"I try not to encourage people visiting me. It sometimes causes them to think I have interest in their company."


While we're recommending webcomics, I thought I should put in a word for my current personal favorite, Something Positive.

Something Positive's interesting and unique, as webcomics go. It started out as a fairly simple gag-a-day strip, but has gradually become a lot more serious and dramatic. That's actually not too uncommon; the same trajectory from funny-to-teh-drama happens in a significant portion of webcomics. The difference in Something Positive is that R.K. Milholland has managed to successfully transition from a pure gag-a-day strip to a strip with well-developed characters and an ongoing plot without sacrificing humor or changing the fundamental feel of the comic. The first strip is cynical and witty and it maintains that same essential tone throughout the whole run. It's a pretty rare strip that doesn't have some kind of joke, and the few that are pure drama are handled so well that it's hard to complain about them.

The strip started out with a fairly small cast of real characters and a coterie of cardboard cut-outs. Since then the main cast has grown and evolved, but done so in a very gradual way. Davan now is different than Davan four years ago, but it's not the result of any hammer-on-the-head life-changing after-school-special moments. And that's happened with all of the main characters. Meanwhile, the background characters have been developed and fleshed out into genuine people. It's weird to go back and read Monette in the early strips, where she's played as just a big dumb pseudo-lesbian, because now she's a full-on main character with emotions and depths. She's (literally) become a part of the family.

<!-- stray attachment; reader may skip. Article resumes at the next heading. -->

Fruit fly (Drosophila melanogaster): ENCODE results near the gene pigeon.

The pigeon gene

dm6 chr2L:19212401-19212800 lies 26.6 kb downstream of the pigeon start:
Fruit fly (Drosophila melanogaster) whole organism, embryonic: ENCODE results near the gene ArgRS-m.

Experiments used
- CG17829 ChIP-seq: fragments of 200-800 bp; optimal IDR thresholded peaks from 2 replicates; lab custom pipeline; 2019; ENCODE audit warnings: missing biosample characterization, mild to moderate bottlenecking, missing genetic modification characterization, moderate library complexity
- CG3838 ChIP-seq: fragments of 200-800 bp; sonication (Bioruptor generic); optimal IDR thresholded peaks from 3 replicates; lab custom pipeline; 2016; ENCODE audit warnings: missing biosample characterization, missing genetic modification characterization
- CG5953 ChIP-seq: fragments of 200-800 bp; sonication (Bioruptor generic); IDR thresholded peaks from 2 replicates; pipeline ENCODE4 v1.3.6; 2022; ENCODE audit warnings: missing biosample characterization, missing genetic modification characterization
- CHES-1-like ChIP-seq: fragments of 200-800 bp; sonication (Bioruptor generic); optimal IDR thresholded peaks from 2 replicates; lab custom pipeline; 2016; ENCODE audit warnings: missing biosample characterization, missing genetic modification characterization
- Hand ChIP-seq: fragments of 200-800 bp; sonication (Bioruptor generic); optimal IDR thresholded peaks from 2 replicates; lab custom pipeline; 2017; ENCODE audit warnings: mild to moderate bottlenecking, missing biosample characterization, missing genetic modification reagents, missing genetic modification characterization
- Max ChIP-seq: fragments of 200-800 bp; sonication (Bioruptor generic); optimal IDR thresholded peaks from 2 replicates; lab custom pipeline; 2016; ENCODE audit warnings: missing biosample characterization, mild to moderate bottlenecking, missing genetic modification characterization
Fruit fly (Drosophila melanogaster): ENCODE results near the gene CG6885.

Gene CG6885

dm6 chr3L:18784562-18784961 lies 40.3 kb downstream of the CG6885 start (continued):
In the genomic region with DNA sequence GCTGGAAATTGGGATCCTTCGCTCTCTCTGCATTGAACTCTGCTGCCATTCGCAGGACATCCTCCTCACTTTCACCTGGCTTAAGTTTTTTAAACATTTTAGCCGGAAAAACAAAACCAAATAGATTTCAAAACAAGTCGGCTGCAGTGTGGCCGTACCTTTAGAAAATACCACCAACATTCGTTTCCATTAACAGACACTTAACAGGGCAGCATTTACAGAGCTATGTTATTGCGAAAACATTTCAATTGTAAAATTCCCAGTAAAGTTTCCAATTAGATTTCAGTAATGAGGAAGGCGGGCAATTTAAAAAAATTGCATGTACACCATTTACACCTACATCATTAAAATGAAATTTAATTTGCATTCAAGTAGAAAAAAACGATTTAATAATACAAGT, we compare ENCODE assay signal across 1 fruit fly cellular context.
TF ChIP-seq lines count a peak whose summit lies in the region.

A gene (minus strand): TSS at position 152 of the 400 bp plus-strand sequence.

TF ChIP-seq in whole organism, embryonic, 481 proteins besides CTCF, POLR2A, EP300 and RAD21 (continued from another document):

The plot's also well-done. Milholland does an excellent job of developing the story in a way that you don't necessarily expect, but he does it without cheating. The movement of the plot makes complete sense when you go back and re-read the strips, even if you didn't see where things were going at the time. Another unique thing about S*P is the way that a lot of the plot is told in a very subtle way. Milholland respects his audience enough not to hit them over the head explaining things. You're expected to pick up on certain plot points that happen in the background while the strip is looking elsewhere.